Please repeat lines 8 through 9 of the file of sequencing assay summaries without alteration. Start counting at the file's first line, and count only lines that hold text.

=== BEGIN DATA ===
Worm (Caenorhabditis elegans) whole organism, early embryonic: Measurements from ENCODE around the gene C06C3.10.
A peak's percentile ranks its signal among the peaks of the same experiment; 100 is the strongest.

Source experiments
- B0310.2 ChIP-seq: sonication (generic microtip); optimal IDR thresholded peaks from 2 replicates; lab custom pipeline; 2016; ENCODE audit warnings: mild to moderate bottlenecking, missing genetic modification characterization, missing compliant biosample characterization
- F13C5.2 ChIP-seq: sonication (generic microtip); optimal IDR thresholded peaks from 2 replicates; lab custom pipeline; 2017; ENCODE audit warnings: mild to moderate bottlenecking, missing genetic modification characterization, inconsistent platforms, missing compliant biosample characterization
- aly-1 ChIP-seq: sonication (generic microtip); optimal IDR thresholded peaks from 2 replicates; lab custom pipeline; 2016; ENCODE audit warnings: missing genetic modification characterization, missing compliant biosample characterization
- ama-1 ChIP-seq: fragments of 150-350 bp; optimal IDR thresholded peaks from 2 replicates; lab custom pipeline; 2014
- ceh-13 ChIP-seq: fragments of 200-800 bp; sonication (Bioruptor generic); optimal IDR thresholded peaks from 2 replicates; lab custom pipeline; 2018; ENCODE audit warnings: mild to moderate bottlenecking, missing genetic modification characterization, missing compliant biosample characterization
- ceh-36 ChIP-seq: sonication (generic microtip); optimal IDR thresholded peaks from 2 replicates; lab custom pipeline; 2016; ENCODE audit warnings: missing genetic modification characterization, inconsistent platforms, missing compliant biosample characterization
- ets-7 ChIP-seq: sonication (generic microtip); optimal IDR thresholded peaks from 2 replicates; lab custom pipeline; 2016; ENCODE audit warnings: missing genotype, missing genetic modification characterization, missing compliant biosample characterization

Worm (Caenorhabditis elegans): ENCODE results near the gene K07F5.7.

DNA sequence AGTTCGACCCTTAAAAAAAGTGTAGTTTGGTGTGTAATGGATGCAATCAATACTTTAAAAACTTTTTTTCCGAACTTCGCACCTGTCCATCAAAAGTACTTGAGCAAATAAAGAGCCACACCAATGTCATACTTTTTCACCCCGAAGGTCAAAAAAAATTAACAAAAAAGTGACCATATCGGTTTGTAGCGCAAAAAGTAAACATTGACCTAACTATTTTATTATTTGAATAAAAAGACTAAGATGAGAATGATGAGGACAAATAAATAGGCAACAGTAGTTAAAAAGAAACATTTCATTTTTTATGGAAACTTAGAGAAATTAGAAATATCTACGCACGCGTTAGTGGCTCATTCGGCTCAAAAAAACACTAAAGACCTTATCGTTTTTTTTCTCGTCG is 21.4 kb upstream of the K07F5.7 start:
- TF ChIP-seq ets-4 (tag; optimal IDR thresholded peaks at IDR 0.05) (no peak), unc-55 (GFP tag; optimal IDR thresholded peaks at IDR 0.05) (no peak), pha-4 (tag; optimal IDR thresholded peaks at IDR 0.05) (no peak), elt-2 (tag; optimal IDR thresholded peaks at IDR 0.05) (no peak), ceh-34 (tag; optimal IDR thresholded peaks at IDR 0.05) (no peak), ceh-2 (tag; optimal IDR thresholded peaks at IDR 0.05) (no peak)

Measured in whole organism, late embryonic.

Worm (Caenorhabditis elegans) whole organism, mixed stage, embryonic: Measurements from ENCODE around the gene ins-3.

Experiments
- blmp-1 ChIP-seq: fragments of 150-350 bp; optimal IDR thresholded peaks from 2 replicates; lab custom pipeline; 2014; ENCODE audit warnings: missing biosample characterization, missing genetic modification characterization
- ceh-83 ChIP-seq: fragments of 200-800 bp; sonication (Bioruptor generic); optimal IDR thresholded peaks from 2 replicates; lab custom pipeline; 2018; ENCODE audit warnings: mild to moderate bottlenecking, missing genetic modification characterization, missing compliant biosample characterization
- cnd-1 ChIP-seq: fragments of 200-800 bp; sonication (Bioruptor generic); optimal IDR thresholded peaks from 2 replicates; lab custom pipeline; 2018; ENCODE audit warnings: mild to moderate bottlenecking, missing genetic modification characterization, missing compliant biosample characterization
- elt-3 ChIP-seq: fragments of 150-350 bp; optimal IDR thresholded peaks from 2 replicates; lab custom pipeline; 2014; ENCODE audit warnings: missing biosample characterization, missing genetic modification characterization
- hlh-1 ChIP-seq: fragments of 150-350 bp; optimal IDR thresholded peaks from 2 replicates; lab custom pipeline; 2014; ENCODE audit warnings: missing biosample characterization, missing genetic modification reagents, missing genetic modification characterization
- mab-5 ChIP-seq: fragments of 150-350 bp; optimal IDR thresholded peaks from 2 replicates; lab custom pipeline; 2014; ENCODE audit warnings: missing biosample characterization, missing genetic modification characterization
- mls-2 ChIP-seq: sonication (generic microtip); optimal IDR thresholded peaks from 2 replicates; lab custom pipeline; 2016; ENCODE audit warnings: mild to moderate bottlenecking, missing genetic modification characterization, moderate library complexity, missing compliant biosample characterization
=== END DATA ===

- ceh-13 ChIP-seq: fragments of 200-800 bp; sonication (Bioruptor generic); optimal IDR thresholded peaks from 2 replicates; lab custom pipeline; 2018; ENCODE audit warnings: mild to moderate bottlenecking, missing genetic modification characterization, missing compliant biosample characterization
- ceh-36 ChIP-seq: sonication (generic microtip); optimal IDR thresholded peaks from 2 replicates; lab custom pipeline; 2016; ENCODE audit warnings: missing genetic modification characterization, inconsistent platforms, missing compliant biosample characterization